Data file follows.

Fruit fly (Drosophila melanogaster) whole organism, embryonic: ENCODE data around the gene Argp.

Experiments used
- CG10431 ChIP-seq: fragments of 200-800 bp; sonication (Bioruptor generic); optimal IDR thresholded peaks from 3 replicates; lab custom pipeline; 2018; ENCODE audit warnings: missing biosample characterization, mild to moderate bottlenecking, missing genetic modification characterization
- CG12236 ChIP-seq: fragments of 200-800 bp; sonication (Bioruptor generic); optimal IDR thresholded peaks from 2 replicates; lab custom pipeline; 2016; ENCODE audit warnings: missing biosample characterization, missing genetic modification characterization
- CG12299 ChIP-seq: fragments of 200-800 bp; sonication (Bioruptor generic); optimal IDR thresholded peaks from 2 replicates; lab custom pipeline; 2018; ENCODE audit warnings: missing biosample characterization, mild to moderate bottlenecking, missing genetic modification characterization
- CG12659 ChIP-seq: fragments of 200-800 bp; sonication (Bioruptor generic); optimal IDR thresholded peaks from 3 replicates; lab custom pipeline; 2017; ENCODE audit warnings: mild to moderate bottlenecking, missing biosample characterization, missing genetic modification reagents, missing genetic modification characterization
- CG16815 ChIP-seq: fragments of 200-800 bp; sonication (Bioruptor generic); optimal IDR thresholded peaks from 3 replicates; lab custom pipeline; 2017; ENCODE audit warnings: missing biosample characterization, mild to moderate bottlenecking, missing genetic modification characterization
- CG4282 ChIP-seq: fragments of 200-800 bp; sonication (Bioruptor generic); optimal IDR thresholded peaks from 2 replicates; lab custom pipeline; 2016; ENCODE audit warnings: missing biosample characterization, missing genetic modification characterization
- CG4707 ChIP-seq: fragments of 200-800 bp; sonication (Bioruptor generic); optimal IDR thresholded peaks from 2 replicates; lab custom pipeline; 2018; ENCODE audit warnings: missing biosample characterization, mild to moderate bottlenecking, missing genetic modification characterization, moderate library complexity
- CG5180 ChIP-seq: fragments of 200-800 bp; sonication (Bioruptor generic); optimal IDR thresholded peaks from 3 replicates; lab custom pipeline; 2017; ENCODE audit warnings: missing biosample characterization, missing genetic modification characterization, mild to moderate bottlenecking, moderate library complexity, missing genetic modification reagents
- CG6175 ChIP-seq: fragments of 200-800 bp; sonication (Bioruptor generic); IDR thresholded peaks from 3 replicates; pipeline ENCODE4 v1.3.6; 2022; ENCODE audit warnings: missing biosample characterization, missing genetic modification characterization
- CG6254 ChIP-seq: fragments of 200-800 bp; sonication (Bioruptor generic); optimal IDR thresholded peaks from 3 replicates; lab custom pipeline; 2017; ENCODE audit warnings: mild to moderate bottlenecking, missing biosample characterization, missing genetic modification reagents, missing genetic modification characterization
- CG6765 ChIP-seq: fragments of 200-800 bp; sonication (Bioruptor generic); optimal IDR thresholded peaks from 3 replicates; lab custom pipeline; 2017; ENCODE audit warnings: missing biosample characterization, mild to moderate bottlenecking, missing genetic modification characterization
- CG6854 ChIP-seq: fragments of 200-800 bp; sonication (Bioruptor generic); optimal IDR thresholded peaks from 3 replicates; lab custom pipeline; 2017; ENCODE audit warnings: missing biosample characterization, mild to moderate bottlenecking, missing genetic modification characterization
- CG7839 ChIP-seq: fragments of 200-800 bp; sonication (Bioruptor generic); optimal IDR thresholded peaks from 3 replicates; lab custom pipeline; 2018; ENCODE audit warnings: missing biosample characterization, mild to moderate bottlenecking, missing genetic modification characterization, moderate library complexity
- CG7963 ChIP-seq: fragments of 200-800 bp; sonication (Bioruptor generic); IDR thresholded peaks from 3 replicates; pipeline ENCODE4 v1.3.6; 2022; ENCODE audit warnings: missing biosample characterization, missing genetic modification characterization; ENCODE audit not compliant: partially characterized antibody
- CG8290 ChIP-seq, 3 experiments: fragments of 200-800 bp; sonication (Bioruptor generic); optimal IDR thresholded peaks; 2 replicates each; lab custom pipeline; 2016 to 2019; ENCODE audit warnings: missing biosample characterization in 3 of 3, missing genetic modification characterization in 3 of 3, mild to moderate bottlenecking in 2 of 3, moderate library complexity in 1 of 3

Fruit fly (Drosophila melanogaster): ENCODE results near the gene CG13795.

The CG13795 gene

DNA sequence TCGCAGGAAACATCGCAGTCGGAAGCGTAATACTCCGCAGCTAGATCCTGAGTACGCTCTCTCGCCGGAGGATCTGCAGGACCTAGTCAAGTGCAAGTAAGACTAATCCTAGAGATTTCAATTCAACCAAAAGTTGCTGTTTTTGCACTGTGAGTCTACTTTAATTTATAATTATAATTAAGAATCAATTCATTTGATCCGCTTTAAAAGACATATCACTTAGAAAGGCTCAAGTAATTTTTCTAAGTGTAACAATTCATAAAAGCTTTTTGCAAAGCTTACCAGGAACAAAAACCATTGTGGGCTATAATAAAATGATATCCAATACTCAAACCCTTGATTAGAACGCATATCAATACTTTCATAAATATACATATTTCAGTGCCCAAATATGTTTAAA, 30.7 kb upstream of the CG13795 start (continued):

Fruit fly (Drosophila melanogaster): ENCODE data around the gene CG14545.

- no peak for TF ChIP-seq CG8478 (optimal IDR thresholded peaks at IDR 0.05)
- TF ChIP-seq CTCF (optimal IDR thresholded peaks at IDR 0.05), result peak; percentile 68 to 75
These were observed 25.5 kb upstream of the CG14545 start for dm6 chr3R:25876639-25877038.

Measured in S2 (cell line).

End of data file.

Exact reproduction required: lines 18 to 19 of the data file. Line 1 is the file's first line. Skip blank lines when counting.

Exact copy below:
Fruit fly (Drosophila melanogaster): ENCODE results near the gene CG13795.

The CG13795 gene